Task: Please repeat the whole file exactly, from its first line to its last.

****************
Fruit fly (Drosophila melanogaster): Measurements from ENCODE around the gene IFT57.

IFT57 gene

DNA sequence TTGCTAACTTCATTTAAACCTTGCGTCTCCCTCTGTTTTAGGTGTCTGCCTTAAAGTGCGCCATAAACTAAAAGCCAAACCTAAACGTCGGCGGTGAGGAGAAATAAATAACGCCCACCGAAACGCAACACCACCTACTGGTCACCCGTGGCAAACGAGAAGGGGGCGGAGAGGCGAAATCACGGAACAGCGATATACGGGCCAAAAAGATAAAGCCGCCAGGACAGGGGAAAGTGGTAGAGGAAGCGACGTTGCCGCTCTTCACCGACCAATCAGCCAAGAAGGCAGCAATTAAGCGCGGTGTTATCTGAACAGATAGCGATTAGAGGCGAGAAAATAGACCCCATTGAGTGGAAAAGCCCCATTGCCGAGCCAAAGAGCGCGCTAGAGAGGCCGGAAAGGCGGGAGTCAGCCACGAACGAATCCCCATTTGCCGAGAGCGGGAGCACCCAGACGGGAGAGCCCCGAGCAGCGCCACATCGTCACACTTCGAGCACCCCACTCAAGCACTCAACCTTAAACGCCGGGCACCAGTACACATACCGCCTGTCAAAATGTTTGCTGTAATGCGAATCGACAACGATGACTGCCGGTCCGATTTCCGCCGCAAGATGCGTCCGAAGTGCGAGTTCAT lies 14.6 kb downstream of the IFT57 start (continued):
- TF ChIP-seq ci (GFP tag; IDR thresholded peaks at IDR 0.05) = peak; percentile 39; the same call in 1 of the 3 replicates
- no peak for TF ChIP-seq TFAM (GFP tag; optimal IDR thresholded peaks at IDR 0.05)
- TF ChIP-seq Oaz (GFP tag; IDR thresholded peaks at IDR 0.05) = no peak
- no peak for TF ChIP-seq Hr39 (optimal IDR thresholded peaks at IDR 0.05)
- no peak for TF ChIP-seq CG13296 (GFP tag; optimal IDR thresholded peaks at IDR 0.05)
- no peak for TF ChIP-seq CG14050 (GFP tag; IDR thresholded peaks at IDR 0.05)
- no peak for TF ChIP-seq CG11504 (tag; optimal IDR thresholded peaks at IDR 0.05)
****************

Fruit fly (Drosophila melanogaster): Measurements from ENCODE around the gene IFT57.

IFT57 gene

DNA sequence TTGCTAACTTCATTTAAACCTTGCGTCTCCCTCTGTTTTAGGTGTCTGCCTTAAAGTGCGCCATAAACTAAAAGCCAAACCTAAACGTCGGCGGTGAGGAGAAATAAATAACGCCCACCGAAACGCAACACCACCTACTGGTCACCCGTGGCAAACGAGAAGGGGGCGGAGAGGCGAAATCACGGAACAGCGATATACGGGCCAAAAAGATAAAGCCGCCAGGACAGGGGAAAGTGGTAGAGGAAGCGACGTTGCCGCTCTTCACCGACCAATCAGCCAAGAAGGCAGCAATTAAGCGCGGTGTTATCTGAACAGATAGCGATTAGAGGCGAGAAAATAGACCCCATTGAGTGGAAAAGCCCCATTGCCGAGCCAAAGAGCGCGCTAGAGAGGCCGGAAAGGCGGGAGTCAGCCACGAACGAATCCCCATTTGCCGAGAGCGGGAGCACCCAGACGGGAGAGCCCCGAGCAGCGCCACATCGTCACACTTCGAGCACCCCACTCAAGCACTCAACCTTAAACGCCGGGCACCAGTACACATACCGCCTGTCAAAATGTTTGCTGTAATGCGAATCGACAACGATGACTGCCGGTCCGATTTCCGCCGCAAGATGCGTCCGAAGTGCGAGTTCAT lies 14.6 kb downstream of the IFT57 start (continued):
- TF ChIP-seq ci (GFP tag; IDR thresholded peaks at IDR 0.05) = peak; percentile 39; the same call in 1 of the 3 replicates
- no peak for TF ChIP-seq TFAM (GFP tag; optimal IDR thresholded peaks at IDR 0.05)
- TF ChIP-seq Oaz (GFP tag; IDR thresholded peaks at IDR 0.05) = no peak
- no peak for TF ChIP-seq Hr39 (optimal IDR thresholded peaks at IDR 0.05)
- no peak for TF ChIP-seq CG13296 (GFP tag; optimal IDR thresholded peaks at IDR 0.05)
- no peak for TF ChIP-seq CG14050 (GFP tag; IDR thresholded peaks at IDR 0.05)
- no peak for TF ChIP-seq CG11504 (tag; optimal IDR thresholded peaks at IDR 0.05)